This blog has consistently argued that in addition to gravely damaging the economy, a ‘no-deal’ Brexit would poison relations with the EU for years. Only Mr Johnson knows what he believed when he hailed the Trade and Cooperation Agreement (TCA) as ‘new chapter’ in UK-EU relations, but if it was supposed to generate goodwill it has failed. The deterioration in UK-EU relations owes much to Johnson’s lack of candour. Having signed the Northern Ireland protocol effectively creating a ‘light-touch’ border in the Irish Sea he denied that this would disrupt GB-NI trade; a claim now revealed as untrue despite a ‘grace period.’ Despite, the DUP’s decision to halt construction of the facilities needed to conduct agri-food checks and the government’s failure to ensure that businesses were ready, disruption was inevitable given the need to comply with the new requirements. As his dissembling became clear Mr Johnson reverted to type. First he blamed the EU and then violated the NI protocol by unilaterally extending the grace period. In response, the EU launched legal action which could lead to the UK could be hauled before the European Court of Justice.
Trade problems are not however, confined to NI. UK-EU trade data reveals a sharp reduction in trade since the start of the year, reflecting again the government’s egregious failure to prepare i.e. customs facilities are lacking. Moreover, the UK’s relatively weak status is laid bare by the government’s decision to exempt, for at least six months, imports from the customs rules and enforcement mechanisms that now apply on GB exports to the EU. Not that matters will improve much when the government does get round to honouring what it agreed to under the TCA; particularly for businesses dependent on just-in-time procedures or fresh food imports. Customs checks apply to physical goods but services were not included in the TCA. To take one example, financial services – that generate more that £75bn in tax revenues each year – rely heavily on the EU for exports. Typical of the government’s post-Brexit cake and eat it muddle, is its seeking ‘enhanced’ equivalence for UK financial services while encouraging divergence from the way the EU oversees financial markets. In short, hopes of an agreement on equivalence are fading.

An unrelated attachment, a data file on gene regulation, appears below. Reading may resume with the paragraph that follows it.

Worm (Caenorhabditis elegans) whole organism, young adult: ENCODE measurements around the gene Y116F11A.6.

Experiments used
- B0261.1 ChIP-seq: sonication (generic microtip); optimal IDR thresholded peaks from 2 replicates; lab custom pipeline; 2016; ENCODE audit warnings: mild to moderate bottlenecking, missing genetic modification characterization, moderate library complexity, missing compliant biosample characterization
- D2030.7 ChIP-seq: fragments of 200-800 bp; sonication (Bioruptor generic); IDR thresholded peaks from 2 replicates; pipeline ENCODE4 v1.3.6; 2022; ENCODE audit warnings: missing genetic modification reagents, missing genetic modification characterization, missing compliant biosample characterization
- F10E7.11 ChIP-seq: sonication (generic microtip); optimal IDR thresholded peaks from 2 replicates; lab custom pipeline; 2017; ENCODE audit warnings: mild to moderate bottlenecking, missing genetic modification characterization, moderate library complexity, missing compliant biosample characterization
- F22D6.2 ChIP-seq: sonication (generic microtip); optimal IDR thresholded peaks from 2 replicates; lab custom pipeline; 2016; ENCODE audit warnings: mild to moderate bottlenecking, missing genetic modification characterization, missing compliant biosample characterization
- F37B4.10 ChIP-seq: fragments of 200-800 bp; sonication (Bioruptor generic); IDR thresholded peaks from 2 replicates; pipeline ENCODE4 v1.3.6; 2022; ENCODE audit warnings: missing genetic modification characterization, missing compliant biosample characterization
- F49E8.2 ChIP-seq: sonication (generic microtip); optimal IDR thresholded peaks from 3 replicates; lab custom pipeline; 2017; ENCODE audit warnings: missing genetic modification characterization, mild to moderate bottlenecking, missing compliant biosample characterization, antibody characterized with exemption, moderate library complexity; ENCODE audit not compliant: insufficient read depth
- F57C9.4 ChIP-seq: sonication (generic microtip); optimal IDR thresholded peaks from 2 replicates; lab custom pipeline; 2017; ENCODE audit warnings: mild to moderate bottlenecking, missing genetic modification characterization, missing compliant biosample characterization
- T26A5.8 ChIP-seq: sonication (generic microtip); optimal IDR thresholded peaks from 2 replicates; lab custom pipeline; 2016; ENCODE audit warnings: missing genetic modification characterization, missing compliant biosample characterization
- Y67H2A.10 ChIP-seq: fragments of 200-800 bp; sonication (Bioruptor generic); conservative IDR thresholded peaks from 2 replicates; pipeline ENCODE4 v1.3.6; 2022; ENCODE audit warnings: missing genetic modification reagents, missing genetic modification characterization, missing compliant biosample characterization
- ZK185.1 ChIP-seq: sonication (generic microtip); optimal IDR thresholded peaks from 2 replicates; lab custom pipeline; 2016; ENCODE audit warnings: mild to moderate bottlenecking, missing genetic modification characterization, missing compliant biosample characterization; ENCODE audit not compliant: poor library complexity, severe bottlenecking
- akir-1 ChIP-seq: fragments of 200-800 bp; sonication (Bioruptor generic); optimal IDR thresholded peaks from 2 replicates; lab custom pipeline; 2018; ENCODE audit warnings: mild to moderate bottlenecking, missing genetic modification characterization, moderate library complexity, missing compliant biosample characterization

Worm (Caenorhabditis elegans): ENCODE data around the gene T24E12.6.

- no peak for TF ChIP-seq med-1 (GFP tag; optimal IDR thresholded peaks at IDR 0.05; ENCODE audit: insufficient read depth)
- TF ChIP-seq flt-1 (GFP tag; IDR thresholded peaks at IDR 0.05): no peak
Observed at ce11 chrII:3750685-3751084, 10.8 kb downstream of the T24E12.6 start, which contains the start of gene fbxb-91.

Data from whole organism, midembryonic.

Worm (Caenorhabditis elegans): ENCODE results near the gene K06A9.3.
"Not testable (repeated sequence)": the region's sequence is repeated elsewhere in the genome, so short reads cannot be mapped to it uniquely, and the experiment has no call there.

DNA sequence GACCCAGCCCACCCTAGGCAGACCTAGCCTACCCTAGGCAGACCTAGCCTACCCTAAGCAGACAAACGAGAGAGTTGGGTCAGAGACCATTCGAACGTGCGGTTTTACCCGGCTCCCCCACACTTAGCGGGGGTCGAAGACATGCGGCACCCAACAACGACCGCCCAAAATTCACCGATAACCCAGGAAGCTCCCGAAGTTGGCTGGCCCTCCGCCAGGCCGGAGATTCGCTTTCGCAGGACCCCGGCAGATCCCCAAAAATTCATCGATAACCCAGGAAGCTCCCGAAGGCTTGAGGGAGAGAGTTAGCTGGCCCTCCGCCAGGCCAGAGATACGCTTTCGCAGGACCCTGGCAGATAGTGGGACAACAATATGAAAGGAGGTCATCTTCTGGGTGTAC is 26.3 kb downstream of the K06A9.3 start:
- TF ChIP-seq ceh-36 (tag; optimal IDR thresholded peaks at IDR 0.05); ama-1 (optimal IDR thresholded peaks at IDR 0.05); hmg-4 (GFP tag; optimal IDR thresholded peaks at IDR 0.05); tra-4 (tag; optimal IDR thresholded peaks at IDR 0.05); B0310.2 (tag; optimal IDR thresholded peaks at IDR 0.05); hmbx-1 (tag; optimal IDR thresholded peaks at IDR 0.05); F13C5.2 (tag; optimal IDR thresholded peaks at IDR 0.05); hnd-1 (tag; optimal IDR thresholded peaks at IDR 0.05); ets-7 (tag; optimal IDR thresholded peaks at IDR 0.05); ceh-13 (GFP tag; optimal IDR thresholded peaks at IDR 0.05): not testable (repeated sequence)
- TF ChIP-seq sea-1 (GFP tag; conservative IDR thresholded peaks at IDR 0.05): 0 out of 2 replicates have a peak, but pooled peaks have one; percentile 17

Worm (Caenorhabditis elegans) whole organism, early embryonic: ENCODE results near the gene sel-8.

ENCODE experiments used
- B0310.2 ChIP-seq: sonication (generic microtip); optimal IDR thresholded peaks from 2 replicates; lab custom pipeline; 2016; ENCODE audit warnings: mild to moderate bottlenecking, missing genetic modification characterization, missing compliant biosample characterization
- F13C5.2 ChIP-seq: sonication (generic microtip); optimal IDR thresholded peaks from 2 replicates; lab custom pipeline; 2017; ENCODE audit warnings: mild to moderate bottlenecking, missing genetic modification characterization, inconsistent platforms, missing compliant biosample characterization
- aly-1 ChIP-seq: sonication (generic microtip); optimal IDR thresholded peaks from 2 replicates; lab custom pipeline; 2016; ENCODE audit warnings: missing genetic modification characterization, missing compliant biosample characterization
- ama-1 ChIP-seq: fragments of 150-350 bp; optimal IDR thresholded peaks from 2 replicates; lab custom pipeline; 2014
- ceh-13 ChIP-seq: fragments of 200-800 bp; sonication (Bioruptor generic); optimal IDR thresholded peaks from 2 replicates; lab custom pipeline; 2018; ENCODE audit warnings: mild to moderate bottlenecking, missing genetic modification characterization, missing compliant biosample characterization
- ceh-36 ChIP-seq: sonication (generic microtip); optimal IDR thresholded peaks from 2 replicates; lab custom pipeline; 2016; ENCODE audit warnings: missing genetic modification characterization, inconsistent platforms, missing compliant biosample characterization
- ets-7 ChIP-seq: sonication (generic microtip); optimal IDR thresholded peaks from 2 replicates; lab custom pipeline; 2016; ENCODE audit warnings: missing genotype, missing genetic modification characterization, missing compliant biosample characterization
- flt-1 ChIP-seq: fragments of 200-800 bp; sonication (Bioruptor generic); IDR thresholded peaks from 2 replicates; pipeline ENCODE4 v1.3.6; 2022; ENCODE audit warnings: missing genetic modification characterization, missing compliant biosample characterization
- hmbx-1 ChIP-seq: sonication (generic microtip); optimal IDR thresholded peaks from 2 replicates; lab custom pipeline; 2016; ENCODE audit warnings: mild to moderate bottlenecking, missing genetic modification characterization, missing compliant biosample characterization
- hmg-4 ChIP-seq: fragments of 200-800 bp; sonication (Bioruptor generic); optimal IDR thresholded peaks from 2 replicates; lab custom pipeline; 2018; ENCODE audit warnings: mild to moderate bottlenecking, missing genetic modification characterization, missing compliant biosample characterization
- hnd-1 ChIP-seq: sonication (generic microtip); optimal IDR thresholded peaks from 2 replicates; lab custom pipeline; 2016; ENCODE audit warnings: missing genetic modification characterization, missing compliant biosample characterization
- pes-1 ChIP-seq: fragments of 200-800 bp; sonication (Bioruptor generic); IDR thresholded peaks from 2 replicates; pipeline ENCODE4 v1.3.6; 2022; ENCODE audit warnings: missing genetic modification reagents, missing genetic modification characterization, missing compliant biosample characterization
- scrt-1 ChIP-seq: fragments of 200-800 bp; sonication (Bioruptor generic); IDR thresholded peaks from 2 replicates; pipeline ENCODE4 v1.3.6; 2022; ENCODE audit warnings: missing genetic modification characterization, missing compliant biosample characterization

As the economic costs mount, we can confidently expect Mr Johnson to stigmatise the EU while attempting to disavow the deal he boasted ‘was an amazing moment’ for the UK but seems incapable or unwilling to fully implement. But Mr Johnson’s ‘amazing’ deal has also weakened UK security. The prospect of other than third-party status with Europol and EuroJust, the main EU platforms for sharing information, investigations, operations and prosecutions with respect to terrorists and serious crime, has disappeared. As with the economic costs, this is the result of Johnson’s decision to give sovereignty primacy. Rather than seeking to build close, sharing relationships he seems content to engender animosity. For example, his petty decision to withhold full diplomatic recognition from the EU. This breaks with the practice of 142 other countries that grant full privileges to the bloc’s diplomats and has resulted in UK officials being shunned in Brussels. How true the adage that populists may be good at winning elections but are lousy at governing.